Intimate ambiance, creative small plates and delicious wine at Spoke
I never thought I’d get emotional writing a food review, but here we go.
Spoke Wine Bar in Davis Square opened in 2013 under the guiding hand of Felicia (or Felisha) “Flea” Foster, the wine buyer at Dave’s Fresh Pasta next door, and with plenty of support from Fresh Pasta owner Dave Jick (who also had a hand in Semolina Kitchen & Bar over by Tufts, one of my favorite late lunch spots). I had the privilege of knowing Flea through my neighborhood coffee shop Simon’s, where she was a regular; we spoke often there about the challenges of biking in the city and traded bilking hacks. When two of our favorite baristas at Simon’s announced they were moving on, Flea invited a bunch of us to her place on Highland Avenue in Somerville for an intimate farewell party. The finger food was fantastic, bolstered by a selection of wines that pretty much killed my pride in picking “cheap, but good” bin wine. It was then I learned of Flea’s new venture, Spoke. (As for the name, I never asked, but assumed cycling as the source of inspiration.) I made it to Spoke several times, loving the narrow space’s cafe-style ambiance with spare Scandinavian accents and employees who knew everything about wine – clearly inspired by the proprietor. (Getting Flea to help you buy wine at Dave’s was always a trip.) In 2016, bad news came: Flea, who had been struggling with her health, announced the closing of her much-loved eatery. It was bittersweet when employee Mary Kurth instead took over as owner. In 2017, Flea passed away from complications due to ALS.
It has been a long (pre-pandemic) while for me since going back to Spoke, and I was happy to see that much of what Flea had started persisted and was built upon. The wine selection and knowledge behind the bar remains top-shelf, while the food has become more eclectic and nuanced, offering more varying flavors while covering the culinary bases with balance so as to not lose anyone due to diet or preference. Buying wine or ordering a drink at a niche bar with no menu – because the bartender will translate your interests into a glass – can be hit or miss, but this is not the case at Spoke: I had a frothy spin on a the sidecar that was spot on, followed by a wonderfully dry and crisp orange wine; it was prefaced by plenty of exploration of tastes to hone that choice to the right one.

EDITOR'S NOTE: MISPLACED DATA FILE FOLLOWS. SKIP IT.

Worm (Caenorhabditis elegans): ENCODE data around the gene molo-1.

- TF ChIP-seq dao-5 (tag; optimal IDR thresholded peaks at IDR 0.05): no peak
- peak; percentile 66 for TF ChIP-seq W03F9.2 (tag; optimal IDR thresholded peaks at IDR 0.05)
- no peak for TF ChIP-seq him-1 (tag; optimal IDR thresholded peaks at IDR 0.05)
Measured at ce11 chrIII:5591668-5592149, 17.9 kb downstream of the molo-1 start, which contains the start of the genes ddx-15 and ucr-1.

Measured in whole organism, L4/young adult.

The food is what I’d call tapas with a few big plates. Those bigs – a skirt steak and grouper – are two of the more conventional offerings on the menu. The rest of the slate is almost as fun to read as to taste; highlights include sunchoke doughnuts with gouda, enoki mushroom cakes with sausage spice and pineapple sauce, a black bass crudo, grilled mochi, fried green tomatoes (such an underrated and underappreciated dish) and waygu beef cheeks. On my last drop-in, I began with the smoked and grilled mushrooms with sauerkraut and finished with the chicken pressé with vichyssoise, pine nuts and sorrel. I was told that mushrooms would have a smoked sausage essence, and that was so, and the variety of large crowns were all tender, juicy and infused with a hearty smokiness, the ’kraut was purple, perfectly pickled and a devilish accent to the mushroom, cementing the invention when eaten together. The pressé is a reason I’ll be back, and probably a reason I might not explore the fun menu more. It’s essentially a mix of light and dark tender chicken meat molded with flour and flavorful seasoners into a neat cube, cooked and served in a bowl with a thick vichyssoise base. It’s a simple concept that pairs perfectly, prepared with expert care and presented as a minor form of art. I can’t wait to go back.
It’s a testament that the enterprise continues in the spirit of Flea, one of the nicest, kindest people to drift though the door at Simon’s – and someone who was onto the wine bar concept before it caught fire in the area with Dear Annie and Barcelona. As the space is small and intimate, I suggest booking in advance if you’re looking to go at peak times; even bar seats are up for reservation.
Cambridge writer Tom Meek’s reviews, essays, short stories and articles have appeared in WBUR’s The ARTery, The Boston Phoenix, The Boston Globe, The Rumpus, The Charleston City Paper and SLAB literary journal. Tom is also a member of the Boston Society of Film Critics and rides his bike everywhere.